Sunday, August 09, 2009

What Are The Generic Drug Names

Government officials, researchers, doctors, and others who write about the new compounds use the drug's generic name because it refers to the drug itself, not to a particular company's brand of the drug or a specific product. However, doctors often use the trade name on prescriptions, because it is easier to remember and doctors usually learn about new drugs by the trade name.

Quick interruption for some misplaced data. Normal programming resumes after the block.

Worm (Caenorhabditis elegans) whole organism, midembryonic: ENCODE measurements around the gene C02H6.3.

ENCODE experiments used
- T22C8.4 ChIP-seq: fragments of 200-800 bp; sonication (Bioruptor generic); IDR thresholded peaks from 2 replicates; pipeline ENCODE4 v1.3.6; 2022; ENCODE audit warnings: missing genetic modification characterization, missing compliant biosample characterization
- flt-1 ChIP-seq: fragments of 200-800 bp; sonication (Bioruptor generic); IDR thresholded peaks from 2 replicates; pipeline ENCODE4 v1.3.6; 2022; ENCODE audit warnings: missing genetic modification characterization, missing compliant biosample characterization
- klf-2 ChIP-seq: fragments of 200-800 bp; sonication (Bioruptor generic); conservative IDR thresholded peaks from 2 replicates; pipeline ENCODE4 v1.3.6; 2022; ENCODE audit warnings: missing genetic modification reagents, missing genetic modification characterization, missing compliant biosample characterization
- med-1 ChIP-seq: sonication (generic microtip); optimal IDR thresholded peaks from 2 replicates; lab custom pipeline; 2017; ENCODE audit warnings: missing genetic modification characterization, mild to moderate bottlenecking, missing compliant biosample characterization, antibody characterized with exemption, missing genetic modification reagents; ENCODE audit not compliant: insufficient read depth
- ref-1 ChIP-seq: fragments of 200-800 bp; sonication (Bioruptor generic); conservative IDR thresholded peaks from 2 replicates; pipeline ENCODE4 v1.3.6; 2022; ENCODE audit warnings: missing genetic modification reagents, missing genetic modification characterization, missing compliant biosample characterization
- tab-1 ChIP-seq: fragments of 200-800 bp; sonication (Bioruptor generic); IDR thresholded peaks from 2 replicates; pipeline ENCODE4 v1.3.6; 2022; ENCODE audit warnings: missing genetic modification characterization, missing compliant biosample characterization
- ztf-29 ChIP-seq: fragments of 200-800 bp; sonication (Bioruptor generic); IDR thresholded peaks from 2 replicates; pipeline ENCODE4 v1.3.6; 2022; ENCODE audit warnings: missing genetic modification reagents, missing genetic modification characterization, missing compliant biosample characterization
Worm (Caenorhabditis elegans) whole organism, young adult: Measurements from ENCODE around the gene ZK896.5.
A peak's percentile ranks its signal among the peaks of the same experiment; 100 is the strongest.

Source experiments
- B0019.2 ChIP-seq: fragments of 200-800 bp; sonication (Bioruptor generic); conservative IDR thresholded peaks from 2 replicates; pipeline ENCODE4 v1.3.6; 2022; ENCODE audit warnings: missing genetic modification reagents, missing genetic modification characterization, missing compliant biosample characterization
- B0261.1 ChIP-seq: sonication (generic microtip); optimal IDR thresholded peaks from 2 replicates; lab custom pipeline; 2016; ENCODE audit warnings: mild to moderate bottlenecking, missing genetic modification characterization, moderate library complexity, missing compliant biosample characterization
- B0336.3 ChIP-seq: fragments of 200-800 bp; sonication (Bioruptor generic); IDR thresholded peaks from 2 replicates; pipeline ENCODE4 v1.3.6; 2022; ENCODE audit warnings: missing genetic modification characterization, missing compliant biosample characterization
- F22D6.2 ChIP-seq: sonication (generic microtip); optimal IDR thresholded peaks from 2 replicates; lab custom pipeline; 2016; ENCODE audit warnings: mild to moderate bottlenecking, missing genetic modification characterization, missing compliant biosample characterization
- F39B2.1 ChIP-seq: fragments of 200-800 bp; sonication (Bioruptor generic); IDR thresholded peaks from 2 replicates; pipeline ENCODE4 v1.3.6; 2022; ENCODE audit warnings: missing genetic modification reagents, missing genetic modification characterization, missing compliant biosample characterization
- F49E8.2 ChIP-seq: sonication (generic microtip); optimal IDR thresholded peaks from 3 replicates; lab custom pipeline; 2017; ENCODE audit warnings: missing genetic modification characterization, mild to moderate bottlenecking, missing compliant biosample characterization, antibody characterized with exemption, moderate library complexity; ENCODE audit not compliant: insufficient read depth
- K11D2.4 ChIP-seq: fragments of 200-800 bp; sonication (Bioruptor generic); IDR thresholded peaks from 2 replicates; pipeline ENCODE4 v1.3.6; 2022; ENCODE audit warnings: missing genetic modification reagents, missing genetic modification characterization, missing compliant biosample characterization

Generic drug names are usually harder to remember as compared to trade names. Generic names are generally shorthand versions of the actual chemical formula of drug. It may even be just a part of the chemical name. Trade names, on the other hand, are catchy and easy to understand. They may refer to the chemical composition or the desired outcome. Trade names often suggest a characteristic of the drug. For example, the drug Lopressor lowers the blood pressure, Vivactil might make a person more vivacious or lively, Glucotrol controls high blood sugar (glucose) levels, and Skelaxin relaxes skeletal muscles. Sometimes, the trade name is simply a shortened version of the drug's generic name—for example, Minocin for minocycline.